A randomized, controlled trial design was used.
- 100 mm visual analog scale (VAS) to measure subjective experience/intensity of breathlessness
- Piper Fatigue Scale (Chinese translation), revised intensity subscale, to measure intensity of fatigue
- State-Trait Anxiety Inventory, A-state scale, to measure intensity of anxiety
- SF-36 Health Survey, functional ability subscale, to measure level of functional ability
- An intervention activity log was recorded at each assessment session (baseline, week 3, week 6, week 12) by a research assistant to assess patients’ general involvement and problems encountered during implementation of the intervention.
- A patient-recorded “health diary” was used to report adherence to relaxation exercise for 12 consecutive weeks.
- Previous experience with psychoeducational interventions was assessed as yes/no.
At baseline, all patients had a low intensity for breathlessness (mean: 15.81; range: 0–100), but low-to-moderate fatigue (mean: 3.41; range: 0–100) and anxiety (mean: 42.04; range: 20–80) intensity scores, and an overall low-to-moderate functional score (mean: 25.14–66.41; range: 0–100). Patients in the control group, however, were noted to have significantly more advanced-stage lung cancer (p < 0.05) than the intervention group. In the intervention group, 94% of participants completed the intervention in full (based on the intervention log), the majority of whom demonstrated high attention and interest. Participants practiced about four to five sessions of PMR per week, and more than 60% both read the leaflets and listened to the audiotape. At all four time periods (T0–T4), significant and moderate positive intercorrelations among breathlessness, fatigue, and anxiety were observed (p < 0.01), thus suggesting a prominent relational effect of the three symptoms when considered as a cluster. Over time (T0–T2), a significant difference in the pattern of change in “composite” outcome (i.e., breathlessness, anxiety, and fatigue considered as a cluster) between the two study groups was observed (p = 0.003). When considered individually, univariate tests also confirmed a significant difference in pattern of symptom changes over time (T0–T2) for breathlessness (p = 0.002), fatigue (p = 0.011), and anxiety (p = 0.001), as well as functional ability (p = 0.000). Due to high attrition rates from death after T3, long-term effect of PEI at week 12 (T4) was not found to have significant difference in the pattern of change in fatigue (p = 0.034).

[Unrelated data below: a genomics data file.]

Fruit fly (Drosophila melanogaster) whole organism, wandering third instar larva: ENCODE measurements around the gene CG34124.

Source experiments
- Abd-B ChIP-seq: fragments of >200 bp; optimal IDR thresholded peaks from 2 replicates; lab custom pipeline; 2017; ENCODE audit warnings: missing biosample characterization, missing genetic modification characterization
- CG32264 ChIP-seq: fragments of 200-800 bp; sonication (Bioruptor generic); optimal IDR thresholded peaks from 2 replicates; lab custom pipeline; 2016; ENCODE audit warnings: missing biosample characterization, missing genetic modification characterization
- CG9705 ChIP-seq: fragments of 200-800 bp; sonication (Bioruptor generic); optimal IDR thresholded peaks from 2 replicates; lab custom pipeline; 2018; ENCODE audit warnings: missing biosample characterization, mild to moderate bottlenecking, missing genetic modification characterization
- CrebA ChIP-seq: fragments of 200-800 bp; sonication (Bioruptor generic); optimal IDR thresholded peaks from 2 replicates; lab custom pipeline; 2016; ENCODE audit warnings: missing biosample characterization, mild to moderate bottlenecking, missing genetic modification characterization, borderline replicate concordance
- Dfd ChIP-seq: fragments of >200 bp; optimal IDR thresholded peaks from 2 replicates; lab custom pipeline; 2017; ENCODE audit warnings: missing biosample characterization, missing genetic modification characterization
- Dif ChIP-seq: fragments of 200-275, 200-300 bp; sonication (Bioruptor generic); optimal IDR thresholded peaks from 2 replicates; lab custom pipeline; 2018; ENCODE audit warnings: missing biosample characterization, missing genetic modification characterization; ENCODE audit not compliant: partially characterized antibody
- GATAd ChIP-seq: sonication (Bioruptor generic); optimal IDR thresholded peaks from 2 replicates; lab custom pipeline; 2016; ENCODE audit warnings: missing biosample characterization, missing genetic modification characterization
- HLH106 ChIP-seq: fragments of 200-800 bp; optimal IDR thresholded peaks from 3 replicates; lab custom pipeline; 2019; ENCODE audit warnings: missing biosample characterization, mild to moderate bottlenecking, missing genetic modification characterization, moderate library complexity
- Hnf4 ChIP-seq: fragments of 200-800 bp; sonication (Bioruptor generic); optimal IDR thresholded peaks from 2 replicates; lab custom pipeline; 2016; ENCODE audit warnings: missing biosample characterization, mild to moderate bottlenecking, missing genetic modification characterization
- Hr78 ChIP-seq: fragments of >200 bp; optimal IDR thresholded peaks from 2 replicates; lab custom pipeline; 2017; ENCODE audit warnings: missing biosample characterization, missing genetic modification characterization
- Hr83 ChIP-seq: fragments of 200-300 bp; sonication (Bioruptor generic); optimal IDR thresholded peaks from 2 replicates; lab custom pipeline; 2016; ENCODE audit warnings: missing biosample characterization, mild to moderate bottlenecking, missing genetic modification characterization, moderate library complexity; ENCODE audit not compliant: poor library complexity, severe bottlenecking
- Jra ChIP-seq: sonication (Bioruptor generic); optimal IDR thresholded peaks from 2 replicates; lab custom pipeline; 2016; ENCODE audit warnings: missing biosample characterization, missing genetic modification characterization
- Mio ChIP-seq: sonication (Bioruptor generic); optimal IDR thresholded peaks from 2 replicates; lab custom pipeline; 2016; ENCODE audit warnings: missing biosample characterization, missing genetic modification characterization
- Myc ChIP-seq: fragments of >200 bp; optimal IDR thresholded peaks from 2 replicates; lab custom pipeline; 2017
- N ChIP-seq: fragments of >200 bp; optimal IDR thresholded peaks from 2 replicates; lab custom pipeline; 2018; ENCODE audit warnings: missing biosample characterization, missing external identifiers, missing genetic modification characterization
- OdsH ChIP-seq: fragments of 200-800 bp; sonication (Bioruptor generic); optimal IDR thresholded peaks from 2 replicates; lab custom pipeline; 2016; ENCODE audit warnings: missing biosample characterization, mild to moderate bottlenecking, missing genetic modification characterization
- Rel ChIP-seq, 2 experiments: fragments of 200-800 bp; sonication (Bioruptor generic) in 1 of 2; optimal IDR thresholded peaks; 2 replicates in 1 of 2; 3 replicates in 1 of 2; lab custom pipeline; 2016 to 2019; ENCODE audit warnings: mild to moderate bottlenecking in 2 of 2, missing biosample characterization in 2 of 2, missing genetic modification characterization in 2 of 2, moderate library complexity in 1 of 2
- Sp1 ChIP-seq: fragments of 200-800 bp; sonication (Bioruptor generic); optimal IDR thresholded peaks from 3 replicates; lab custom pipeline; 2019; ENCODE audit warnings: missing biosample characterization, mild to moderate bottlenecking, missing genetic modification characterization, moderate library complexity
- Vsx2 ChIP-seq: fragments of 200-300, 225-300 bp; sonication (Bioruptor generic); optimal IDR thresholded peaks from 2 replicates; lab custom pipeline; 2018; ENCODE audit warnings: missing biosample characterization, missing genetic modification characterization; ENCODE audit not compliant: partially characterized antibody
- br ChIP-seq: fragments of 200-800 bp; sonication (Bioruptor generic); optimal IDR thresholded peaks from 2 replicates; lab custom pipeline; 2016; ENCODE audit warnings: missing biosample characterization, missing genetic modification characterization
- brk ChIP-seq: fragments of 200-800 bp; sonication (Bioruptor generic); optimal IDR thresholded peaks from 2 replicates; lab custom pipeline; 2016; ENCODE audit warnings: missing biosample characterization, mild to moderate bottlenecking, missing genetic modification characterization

PEI is effective in the simultaneous relief of breathlessness, fatigue, and anxiety as a symptom cluster. The authors suggest that the total difference in symptom intensity between the intervention and control groups would have otherwise gone unrecognized if each were to be examined separately.
One limitation of the study was the higher attrition rate (due to patient mortality) experienced by the control group (42%) than the intervention group (11%) at T3 and overall attrition (27%) at the end of the 12 weeks. More patients in the control group had more advanced-stage cancer and distant metastasis than in the intervention group, thus indicating a failed randomization process. Also, due to high attrition, the authors advise that findings should be viewed with caution because of missing data. Additionally, information is lacking regarding participants’ perceptions and feelings toward the intervention process and outcomes. Other limitations related to possible confounding population characteristics that could influence symptom management include prior lung cancer treatments (especially if known pulmonary toxins), preexisting interstitial lung disease, tumor locations, and patient ages.
PEI with primarily PMR seems promising as a resource for the relief of low-intensity breathlessness in light of low-to-moderate intensity anxiety and fatigue up to at least six weeks after palliative RT. Long-term effect of PEI on this symptom cluster at 12 weeks is inconclusive. Similarly, more studies are warranted to establish if PEI is effective for higher baseline intensity of breathlessness and/or anxiety and fatigue. Cost-effectiveness of PEI (i.e., cost of material and training of personnel to deliver the intervention) should be weighed against the cost of poor symptom management (i.e., frequency of hospitalization, length of stay, and pharmacologic treatments).